Three Techniques to Apply Setting in Your Fictional World, by Lori Ann Palma

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Have you ever read a great book that could’ve taken place anywhere? When you think back to the characters, were they roaming around Anytown, USA?

The answer to those two questions is most likely no.

The reason: Great stories happen in specific places. Characters who won’t stop poking your brain are painted by their world, impacted by where they live and the setting all around them. Without one, you almost never have the other.

Whenever I start a new story, setting is one of the first things I think about. I might have a seedling for a character, or a general plot idea to kick the conflict into gear, but without a place for these things to happen, I quickly feel adrift, as if I don’t have a full picture of my character or their human experience. Setting is all around us, constantly impacting our day and influencing our lives. It tells us about whom we are and what we might be like. For characters, it’s no different.

Setting is the location where your story takes place, such as New York City or small village in Alaska, but it’s also the year and season or climate. For example, if your character’s car breaks down, do they have a cell phone, or is it 1979 and they have to walk to a payphone or flag down another motorist instead? Is it August in southern Georgia, so they might be in danger of heat exhaustion, or February in upstate New York, so there is a fear of hypothermia? How does the setting impact their clothing? Their mood? The number of people they might encounter? All of these elements—time, place, and climate—are continually pushing on your character, making their life better or more complicated (and because this is fiction, hopefully it’s making life more complicated).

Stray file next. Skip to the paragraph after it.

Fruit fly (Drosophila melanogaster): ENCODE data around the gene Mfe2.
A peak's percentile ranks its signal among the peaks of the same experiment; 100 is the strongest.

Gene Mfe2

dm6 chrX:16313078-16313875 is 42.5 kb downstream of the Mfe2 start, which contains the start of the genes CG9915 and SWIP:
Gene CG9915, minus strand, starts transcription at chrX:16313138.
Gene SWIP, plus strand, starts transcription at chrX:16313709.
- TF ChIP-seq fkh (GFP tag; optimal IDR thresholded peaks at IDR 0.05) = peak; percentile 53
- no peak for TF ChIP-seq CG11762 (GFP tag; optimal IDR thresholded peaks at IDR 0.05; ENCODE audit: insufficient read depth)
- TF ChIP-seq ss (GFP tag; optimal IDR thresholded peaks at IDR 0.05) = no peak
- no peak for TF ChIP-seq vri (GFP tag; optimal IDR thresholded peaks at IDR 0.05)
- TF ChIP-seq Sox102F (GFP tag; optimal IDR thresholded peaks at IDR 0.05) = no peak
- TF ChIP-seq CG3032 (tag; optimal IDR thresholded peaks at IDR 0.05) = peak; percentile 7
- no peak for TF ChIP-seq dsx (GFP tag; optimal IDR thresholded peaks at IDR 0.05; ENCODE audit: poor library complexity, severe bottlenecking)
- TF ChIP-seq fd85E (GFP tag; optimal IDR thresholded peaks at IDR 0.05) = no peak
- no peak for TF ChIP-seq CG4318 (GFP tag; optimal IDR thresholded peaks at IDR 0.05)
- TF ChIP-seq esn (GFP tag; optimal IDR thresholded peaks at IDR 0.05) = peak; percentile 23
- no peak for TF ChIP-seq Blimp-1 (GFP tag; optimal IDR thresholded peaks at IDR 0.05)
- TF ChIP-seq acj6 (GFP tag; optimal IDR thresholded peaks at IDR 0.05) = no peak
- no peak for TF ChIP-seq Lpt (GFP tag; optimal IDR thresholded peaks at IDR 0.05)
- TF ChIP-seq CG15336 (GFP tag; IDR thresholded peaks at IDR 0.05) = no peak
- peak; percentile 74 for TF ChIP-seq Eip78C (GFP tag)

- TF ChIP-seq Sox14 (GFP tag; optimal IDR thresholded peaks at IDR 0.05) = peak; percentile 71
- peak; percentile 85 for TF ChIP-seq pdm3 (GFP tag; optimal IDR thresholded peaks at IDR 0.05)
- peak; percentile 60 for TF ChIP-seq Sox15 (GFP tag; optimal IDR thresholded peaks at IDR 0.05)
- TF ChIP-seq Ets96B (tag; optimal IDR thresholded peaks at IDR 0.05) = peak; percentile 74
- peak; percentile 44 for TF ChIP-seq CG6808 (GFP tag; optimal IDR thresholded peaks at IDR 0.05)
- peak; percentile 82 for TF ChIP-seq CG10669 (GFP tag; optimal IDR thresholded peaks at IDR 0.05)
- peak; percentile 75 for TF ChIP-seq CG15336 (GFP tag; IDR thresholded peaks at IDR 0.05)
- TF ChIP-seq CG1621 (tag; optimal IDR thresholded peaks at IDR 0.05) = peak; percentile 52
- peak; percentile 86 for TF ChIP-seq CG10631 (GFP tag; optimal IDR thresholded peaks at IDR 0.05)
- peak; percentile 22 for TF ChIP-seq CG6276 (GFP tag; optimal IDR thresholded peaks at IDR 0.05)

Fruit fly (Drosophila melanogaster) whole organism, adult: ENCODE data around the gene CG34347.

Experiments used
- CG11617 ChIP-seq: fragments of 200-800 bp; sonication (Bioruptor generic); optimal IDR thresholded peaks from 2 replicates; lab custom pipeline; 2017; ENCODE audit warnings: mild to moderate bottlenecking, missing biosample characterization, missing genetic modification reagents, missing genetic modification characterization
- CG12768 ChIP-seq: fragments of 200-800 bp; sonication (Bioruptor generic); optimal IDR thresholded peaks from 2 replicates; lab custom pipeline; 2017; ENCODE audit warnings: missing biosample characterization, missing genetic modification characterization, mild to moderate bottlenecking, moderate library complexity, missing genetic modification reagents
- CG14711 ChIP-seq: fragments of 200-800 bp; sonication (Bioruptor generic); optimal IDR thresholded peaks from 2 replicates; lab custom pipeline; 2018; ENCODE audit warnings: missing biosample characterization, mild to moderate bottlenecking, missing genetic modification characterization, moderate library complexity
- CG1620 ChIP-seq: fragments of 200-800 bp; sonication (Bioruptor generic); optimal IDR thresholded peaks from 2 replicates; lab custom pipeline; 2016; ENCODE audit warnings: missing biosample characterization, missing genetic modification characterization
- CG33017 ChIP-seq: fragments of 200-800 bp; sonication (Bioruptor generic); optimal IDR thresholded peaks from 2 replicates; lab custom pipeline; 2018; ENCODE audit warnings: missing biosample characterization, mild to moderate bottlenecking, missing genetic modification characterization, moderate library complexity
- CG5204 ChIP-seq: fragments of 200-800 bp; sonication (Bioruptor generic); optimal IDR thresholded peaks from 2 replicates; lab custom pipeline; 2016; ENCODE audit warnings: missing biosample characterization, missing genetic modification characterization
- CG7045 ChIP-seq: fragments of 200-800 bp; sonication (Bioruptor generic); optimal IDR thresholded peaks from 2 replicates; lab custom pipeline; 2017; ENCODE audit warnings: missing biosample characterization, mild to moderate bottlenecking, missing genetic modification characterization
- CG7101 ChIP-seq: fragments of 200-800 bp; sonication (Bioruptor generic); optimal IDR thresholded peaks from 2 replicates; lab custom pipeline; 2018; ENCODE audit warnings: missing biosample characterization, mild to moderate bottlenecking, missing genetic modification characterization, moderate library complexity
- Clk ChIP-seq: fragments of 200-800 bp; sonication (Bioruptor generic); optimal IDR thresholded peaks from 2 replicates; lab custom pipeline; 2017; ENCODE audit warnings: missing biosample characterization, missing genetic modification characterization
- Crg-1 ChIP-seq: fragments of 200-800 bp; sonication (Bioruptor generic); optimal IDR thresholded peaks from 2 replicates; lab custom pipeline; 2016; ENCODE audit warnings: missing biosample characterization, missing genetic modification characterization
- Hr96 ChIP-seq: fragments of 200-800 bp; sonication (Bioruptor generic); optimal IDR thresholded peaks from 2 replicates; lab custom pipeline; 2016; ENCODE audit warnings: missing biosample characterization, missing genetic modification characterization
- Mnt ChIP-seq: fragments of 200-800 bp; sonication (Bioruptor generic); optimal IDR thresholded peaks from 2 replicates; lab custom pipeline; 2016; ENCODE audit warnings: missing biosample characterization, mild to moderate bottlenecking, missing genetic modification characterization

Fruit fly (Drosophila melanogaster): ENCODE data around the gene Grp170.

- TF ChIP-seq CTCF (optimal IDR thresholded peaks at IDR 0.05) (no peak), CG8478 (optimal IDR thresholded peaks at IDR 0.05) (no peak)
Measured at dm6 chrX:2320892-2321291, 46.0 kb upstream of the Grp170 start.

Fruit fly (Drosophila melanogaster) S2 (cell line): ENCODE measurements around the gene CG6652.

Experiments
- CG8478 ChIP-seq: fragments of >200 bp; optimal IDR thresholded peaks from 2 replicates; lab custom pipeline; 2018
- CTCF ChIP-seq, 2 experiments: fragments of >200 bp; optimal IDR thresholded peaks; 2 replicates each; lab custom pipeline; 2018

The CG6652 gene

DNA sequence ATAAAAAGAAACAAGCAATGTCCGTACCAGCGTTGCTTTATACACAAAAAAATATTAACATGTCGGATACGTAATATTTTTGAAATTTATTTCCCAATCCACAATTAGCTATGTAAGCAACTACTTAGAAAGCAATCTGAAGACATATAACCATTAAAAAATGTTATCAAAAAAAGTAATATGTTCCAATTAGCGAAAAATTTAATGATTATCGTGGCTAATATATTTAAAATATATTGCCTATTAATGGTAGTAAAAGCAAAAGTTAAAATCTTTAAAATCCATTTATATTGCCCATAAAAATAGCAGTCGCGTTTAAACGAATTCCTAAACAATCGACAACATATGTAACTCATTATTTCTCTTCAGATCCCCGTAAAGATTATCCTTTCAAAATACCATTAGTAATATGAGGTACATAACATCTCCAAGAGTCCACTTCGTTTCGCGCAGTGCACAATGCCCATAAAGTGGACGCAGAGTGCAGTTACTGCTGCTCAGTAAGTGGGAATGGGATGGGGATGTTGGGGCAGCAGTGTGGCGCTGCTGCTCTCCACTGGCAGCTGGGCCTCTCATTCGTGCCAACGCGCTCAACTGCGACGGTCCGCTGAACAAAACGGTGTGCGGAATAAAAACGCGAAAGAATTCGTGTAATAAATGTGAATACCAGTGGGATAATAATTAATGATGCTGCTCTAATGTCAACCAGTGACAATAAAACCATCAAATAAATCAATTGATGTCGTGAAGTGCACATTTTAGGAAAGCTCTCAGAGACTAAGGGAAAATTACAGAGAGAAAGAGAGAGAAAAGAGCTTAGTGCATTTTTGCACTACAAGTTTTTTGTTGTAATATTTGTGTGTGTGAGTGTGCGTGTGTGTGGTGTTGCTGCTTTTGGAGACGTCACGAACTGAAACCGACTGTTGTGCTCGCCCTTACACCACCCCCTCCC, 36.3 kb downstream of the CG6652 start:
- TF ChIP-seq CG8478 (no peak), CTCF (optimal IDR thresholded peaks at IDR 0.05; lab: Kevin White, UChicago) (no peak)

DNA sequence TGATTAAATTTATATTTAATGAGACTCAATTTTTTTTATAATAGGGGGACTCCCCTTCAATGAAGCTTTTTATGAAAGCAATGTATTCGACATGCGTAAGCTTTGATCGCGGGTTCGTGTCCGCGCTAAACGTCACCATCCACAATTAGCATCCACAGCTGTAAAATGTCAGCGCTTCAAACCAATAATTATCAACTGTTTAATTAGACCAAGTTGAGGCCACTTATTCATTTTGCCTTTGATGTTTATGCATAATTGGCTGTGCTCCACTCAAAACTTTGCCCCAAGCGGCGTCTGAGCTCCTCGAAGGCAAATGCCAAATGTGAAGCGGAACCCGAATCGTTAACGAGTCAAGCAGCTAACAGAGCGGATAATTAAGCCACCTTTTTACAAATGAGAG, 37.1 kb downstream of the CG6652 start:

Now that your characters have a time, place, and year to call home, the next layer of setting comes into play. What they smell, how it feels, and what they hear are all experiences that humans encounter every second of the day. A dusty desert is going to feel and smell different than being in the deep woods. Dry air makes your skin crack, while the cool, sun-shielded forest might cause goose bumps. The sounds may be of coyotes versus birds. The colors on the horizon are very specific. People don’t live in a bubble, so these experiences that tap into the five senses are a huge part of defining your setting—and your characters, as they are brought to life while interacting with their world. I’ve found that this is a simultaneous discovery. As you delve deeper into your setting, you’ll also begin to see more of your characters, such as what they wear and how they get around their world, if they are around a lot of strangers (city) or feel isolated (small town). Just as much as the conflict, these decisions impact your characters and anchor them into the story.

So, you’re ready to pound the keyboard and develop a rich, layered world, right? I know, I know, it’s not that easy. And for that reason, I’ve provided three methods to help you build your setting from the vision in your head to a specific, describable place: